How adaptive are you? It’s an important question on this journey. Tomorrow’s leaders are already starting to transform towards new delivery models that will enable them to develop more exploratory and adaptive strategies. The information system (IS) of the future supports this approach and delivers an abundance of innovative services in record time. To reach this goal, companies must embark on an Agile Transformation journey.
Agile Transformation is not (only) about methodology
Becoming an agile company is a complex process. There’s no magic recipe for bringing about the change. Rather, each company has its own transformation journey to build that considers the technological and organisational legacy, as well as any plans to achieve market differentiation.
New methods must be implemented as part of the transformation to address several concurrent dimensions:
- Delivery model: Both IT and the business must transform ways of working to deliver greater customer centricity. This can be achieved using methodologies like Scrum, Kanban, SAFe®, DevOps etc, leading to responsive business prioritisation and short delivery iterations. Of course, this also demands a rethink of your operational model with vendors and major partners.
- Culture & mindset: Mark Fields, President of Ford, declared: “Culture eats strategy for breakfast”. He wasn’t kidding. No matter the investment, the transformation won’t be a success if you fail to put in place new ways of collaboration, decision making and management across your organisation. Coaching can be an effective tool here, but bringing on board new talent is also useful, especially top and middle managers.
- Software craftmanship: Your software development lifecycle will also change as part of the Agile Transformation journey. That’s because the significant gains in development speed and release frequency you need to be a responsive, agile organisation have ramifications for the overall delivery quality. This demands new or improved practices for designing solutions (design thinking, UX/UI,) as well as for coding and testing them (domain driven development, test driven development, quality measurement, refactoring, etc.).
- Technology: If you want to accelerate time to market, you need to invest in your CIOs must install DevSecOps platforms for continuous integration and delivery toolchains – in order to manage the flow of code continuously from the writing to the delivery in production. That’s not all. Releasing more frequently demands the removal of any dependencies between IT systems, particularly legacy. In turn, this implies a need to re-architecture these systems and ensure alignment with the DevSecOps platform.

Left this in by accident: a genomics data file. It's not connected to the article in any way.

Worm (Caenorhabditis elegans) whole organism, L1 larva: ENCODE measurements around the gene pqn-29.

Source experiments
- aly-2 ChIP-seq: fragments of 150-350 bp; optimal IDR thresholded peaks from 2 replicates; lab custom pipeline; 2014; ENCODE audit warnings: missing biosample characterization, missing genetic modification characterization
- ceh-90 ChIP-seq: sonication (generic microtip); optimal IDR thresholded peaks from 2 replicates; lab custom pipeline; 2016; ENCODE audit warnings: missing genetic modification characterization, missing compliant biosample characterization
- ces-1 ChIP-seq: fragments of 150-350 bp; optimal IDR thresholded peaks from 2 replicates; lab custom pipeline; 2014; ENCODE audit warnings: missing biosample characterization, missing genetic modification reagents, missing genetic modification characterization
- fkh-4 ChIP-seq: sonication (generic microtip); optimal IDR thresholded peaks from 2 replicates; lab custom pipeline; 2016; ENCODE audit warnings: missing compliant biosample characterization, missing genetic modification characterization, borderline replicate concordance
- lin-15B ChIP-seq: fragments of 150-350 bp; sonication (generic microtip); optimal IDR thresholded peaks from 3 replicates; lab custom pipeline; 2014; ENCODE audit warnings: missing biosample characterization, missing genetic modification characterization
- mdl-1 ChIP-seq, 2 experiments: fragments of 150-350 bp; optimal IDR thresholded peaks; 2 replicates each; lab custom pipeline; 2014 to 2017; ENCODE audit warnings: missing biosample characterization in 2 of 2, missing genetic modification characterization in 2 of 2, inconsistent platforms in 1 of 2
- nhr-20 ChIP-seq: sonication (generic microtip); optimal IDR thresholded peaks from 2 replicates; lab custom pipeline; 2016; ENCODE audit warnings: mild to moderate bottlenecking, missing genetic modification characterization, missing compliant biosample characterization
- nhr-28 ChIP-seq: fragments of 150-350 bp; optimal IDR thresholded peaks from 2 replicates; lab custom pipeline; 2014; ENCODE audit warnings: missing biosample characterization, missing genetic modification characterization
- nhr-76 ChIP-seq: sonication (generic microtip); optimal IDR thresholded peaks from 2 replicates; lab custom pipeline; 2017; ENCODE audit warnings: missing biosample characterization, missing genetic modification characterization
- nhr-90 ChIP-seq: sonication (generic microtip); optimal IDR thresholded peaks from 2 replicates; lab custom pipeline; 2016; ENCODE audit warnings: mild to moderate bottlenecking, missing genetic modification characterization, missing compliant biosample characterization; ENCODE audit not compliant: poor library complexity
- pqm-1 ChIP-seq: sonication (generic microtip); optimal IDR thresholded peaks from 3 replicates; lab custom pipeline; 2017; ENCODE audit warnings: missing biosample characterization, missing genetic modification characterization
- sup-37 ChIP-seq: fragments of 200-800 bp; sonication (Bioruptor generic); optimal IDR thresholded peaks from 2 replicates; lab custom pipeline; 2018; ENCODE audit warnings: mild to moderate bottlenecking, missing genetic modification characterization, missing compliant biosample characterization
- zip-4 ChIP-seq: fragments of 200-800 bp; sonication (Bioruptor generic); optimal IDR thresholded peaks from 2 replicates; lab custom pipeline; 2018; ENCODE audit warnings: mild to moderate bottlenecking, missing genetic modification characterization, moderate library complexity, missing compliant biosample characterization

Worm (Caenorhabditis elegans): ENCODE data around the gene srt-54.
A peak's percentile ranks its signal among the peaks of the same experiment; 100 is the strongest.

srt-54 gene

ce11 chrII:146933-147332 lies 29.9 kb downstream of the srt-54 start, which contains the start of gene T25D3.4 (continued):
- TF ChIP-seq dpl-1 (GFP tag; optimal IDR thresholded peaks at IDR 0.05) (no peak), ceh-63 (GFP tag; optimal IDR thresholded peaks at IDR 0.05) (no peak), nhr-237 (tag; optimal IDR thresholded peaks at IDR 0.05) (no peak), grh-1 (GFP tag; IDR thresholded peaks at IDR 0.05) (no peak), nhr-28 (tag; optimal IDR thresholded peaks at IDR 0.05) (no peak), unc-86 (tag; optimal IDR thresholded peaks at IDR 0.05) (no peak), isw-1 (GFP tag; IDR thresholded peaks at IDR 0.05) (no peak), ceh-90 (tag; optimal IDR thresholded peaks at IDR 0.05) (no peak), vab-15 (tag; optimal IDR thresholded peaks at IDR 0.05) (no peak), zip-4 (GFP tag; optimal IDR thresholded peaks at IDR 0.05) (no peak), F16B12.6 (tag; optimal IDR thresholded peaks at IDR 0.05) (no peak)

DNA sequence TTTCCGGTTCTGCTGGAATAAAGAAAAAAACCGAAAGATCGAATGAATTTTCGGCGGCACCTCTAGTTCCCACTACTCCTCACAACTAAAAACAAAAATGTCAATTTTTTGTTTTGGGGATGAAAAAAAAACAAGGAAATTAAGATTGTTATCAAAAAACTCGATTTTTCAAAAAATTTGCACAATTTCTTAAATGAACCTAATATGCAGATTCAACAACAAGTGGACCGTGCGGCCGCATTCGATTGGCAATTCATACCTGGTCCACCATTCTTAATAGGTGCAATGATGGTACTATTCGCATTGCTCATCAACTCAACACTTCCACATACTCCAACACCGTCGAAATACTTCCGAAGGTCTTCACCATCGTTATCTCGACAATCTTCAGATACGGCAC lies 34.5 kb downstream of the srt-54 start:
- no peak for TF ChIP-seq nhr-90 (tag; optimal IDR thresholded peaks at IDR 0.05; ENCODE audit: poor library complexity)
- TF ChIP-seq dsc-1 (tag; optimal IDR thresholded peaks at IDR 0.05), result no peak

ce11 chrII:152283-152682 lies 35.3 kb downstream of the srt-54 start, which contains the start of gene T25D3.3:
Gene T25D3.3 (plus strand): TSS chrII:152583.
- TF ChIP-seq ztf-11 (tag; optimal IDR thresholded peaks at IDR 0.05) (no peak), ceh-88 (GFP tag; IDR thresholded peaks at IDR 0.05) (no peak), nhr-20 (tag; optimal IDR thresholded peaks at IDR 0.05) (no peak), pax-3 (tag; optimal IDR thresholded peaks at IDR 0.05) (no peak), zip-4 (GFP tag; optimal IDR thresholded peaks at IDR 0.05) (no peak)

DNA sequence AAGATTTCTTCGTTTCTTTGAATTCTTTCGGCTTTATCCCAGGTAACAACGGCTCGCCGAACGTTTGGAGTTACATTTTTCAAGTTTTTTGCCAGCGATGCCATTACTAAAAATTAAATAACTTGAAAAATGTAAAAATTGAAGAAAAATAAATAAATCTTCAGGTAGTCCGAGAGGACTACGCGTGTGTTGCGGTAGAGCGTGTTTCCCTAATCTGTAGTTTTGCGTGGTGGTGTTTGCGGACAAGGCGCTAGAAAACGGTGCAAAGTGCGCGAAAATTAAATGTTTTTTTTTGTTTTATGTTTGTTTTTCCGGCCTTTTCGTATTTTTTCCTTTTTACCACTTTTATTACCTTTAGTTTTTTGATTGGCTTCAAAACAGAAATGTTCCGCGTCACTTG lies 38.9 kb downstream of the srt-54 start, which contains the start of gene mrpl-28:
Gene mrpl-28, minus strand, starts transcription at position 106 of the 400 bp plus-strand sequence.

- Business/IT governance: There is typically poor alignment between the business and IT when it comes to investment strategy and tactical prioritisation. This can be due to a lack of transparency and vision, or perhaps heavy governance processes that do not favor collaborative ways of working. This needs to change, but few leadership teams are really open to reinventing their governance because it challenges the balance of power. Nevertheless, it is an absolute necessity and can halve the time to market (for some heavily centralised organisations). The ingredients for a good governance are simple but hard to implement: decentralised decision making, customer centricity and capacity budgeting.
I’m going to add one more dimension into the mix – your vendors. Since most companies have high outsourcing ratios, it’s important to start thinking from the very beginning about how to enlist your vendors in this transformation. For example, consider renewing ways of contracting with them and of leveraging their know-how.
Why is this a journey? From doing agile to being agile, step-by-step
I firmly believe that a traditional company can’t simply become agile in a big bang transformation. After all, agility is a rupture in traditional ways of working:
- Installing a new delivery model requires pilots and adjustments to match the company context